On April 11th Verizon published the annual data breach investigation report. It contains a lot of useful information based on real world incidents. IMHO, it is a must read for everyone in InfoSec. Find it here.
The report has provided excellent insights into the types of threats our industry and customers should consider to ensure that application access is delivered securely.
Here is what I’ve learned from this report:
Top action in a breach – “use of stolen credentials”.
Source: Verizon DBIR 2018
Never mind the how – user’s credentials will be compromised! It’s a fact! The question is how can I protect, detect and quickly respond to compromised user credentials?
Protect – Let’s start with the basics – protecting privileged accounts, which if compromised will do the most damage (and the compromise of which is usually one of the stepping stones in every successful breach).
Protecting compromised accounts is difficult. There are several products out there that specialize in just that, however we can no longer have a stand-alone “vault” disconnected from the dynamically changing infrastructure.
Designing privileged access *MUST* keep with cloud and on-premise, DevOps processes integration and infrastructure-as-code in mind!
Detect – I’m not going into details here but searching could provide some products which specialize in just that ☺.
Respond – Once a compromised account has been detected, how do you disconnect and block access to the compromised account, and make sure it’s really blocked?! Blocking the account in your IdP has several issues I can think of (replication latency, token lifetimes, etc.). OK, so let’s go “network level” – Firewall? VPN? Good luck there – even if your firewall has identity awareness, how many rules do you need to change? In how many locations? Not sure this is a route you wanna go…
- When evaluating privileged access solutions take a cloud-first approach, think about DevOps, API and integrations.
- Evaluate your response capabilities when a compromised account has been detected, namely how fast, and how sure can you be that the compromised account has been blocked from all network and application access.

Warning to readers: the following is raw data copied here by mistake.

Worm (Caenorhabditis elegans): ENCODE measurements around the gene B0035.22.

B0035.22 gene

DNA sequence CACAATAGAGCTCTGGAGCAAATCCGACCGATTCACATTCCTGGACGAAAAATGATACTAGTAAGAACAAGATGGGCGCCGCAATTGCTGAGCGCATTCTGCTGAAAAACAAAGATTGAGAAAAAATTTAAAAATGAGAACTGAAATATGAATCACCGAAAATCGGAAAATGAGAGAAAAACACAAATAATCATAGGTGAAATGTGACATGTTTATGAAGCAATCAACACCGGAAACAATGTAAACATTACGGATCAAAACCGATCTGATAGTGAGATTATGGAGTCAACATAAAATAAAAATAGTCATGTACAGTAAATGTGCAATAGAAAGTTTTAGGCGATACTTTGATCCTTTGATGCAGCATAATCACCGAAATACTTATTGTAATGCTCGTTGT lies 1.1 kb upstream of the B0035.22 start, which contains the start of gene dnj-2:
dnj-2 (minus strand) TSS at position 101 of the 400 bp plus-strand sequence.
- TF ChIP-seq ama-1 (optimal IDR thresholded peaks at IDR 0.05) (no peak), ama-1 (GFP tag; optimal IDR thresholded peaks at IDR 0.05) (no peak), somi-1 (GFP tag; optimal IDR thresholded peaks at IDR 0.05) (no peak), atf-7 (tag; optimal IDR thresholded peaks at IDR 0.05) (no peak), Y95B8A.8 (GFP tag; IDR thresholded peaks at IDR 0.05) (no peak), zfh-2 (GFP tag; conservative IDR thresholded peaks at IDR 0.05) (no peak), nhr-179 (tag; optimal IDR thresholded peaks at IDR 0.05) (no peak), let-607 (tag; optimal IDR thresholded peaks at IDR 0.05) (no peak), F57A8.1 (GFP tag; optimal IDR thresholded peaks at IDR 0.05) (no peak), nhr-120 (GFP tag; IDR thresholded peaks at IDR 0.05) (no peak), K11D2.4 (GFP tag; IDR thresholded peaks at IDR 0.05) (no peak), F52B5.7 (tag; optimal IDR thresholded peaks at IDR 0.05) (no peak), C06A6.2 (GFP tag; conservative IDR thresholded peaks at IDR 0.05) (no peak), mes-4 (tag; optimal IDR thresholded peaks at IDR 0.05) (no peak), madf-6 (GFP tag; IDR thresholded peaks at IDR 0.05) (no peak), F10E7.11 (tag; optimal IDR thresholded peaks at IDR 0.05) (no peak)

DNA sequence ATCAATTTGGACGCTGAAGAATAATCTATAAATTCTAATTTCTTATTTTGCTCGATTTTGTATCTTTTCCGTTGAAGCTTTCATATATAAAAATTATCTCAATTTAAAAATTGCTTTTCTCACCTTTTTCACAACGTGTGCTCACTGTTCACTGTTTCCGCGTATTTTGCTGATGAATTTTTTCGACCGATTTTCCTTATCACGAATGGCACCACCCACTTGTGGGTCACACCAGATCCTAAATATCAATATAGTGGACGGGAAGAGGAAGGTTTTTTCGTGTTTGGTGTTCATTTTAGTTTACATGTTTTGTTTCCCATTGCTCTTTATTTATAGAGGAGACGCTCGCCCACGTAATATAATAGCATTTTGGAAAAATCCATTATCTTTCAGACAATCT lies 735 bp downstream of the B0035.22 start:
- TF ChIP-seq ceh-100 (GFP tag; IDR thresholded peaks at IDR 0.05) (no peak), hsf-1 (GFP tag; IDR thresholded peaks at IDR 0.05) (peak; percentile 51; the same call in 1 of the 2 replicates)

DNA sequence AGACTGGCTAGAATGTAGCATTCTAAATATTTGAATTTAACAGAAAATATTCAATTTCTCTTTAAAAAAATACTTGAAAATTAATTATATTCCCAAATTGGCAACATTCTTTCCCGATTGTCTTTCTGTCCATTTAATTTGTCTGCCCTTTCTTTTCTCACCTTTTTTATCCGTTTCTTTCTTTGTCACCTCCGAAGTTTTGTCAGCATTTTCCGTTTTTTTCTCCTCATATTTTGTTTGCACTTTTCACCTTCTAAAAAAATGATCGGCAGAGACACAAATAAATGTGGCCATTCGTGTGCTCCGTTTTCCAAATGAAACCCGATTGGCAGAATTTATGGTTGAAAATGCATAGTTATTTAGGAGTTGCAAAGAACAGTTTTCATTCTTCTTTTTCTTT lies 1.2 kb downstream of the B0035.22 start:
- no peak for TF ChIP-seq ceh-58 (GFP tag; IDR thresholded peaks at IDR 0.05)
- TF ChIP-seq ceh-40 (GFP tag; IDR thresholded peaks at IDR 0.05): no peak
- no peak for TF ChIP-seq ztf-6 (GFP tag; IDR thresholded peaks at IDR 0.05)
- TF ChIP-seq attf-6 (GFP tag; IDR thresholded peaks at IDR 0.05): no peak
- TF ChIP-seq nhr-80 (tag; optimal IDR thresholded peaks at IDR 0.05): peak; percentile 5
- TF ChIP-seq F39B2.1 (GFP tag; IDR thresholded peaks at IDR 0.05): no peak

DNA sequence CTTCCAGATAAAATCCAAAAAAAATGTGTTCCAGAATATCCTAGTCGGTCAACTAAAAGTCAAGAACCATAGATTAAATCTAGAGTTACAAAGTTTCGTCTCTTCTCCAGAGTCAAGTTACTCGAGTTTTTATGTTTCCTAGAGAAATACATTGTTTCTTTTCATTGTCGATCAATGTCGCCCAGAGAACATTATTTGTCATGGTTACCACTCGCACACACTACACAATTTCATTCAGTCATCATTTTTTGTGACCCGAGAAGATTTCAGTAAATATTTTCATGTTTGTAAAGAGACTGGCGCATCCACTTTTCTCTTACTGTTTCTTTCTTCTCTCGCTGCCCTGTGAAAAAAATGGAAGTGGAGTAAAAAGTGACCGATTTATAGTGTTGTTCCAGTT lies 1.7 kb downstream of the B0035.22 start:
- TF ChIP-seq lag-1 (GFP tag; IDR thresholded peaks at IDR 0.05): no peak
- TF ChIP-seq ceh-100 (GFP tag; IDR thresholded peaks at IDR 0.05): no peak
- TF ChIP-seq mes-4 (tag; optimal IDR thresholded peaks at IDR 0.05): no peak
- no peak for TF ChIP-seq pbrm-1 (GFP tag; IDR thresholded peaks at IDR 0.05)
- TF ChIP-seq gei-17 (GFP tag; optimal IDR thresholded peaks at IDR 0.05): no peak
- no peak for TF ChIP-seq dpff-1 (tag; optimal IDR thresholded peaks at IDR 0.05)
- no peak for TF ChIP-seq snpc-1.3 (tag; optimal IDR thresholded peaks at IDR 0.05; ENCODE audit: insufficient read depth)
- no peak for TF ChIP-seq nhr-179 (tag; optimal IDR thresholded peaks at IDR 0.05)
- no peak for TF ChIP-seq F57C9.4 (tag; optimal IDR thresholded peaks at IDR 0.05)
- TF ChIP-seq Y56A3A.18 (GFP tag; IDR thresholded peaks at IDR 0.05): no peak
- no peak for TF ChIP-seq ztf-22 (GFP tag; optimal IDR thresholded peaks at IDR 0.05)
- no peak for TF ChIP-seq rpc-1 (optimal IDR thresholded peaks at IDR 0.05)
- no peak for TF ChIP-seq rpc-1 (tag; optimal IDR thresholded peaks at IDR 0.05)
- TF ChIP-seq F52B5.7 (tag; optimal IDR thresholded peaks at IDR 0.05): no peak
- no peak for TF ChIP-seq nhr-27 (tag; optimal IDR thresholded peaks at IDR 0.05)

Ransomware is significantly affecting servers –
Ransomware is the prevalent type of malicious software (over 40% of all malicious software investigated were ransomwares), and over 25% of the assets impacted in ransomware incidents were servers.
Source: Verizon DBIR 2018
This makes perfect sense! Ransomwares are considered malwares, and share many of the same techniques, such as lateral movement, credential stealing and others.
These ransomwares are using compromised credentials joined with remote execution techniques (think PsExec, wmic process creation, etc.), network level vulnerabilities and other worm capabilities.
For example, WannaCry was using both methods, MS17-10 AND compromised credentials to move laterally across the network.
Ransomware moving laterally doesn’t distinguish between a client or a server OS. So similar to Murphy’s law “If something could go wrong it would” It is the same with ransomware – “If a system can be accessed it will”. So if the system is vulnerable, or can be accessed using the compromised credentials, game over!
Now that we’ve established that – let’s ask the question of how can we minimize the impact of these types of attacks?
Is network segmentation the answer? Kind of – if you could remove your crown-jewels from the network that would be great. Managing network segmentation projects is complex, tough and not something you can implement quickly in your legacy RPC, dynamic ports, not mapped datacenter. Having said that, we can at least try to do things right in our new data-centers, which are usually cloud-based.
That’s where the new software-defined-perimeter solutions could help. Think about a network where access is granted only at the application level, allowing only authenticated users to consume content from your servers, without exposing them to network level attacks.
This type of solution can completely isolate your servers from both the internet as well as the end-users network, where all types of “bad-wares” coming from.
Consider software-defined-perimeter solutions to reduce the network attack surface of your applications and separate them from the end-user network, which is usually the patient 0 of the ransomware infection.
Hope you found this useful.
Feel free to ping me at email@example.com to chat on my new hobby – software-defined-perimeters.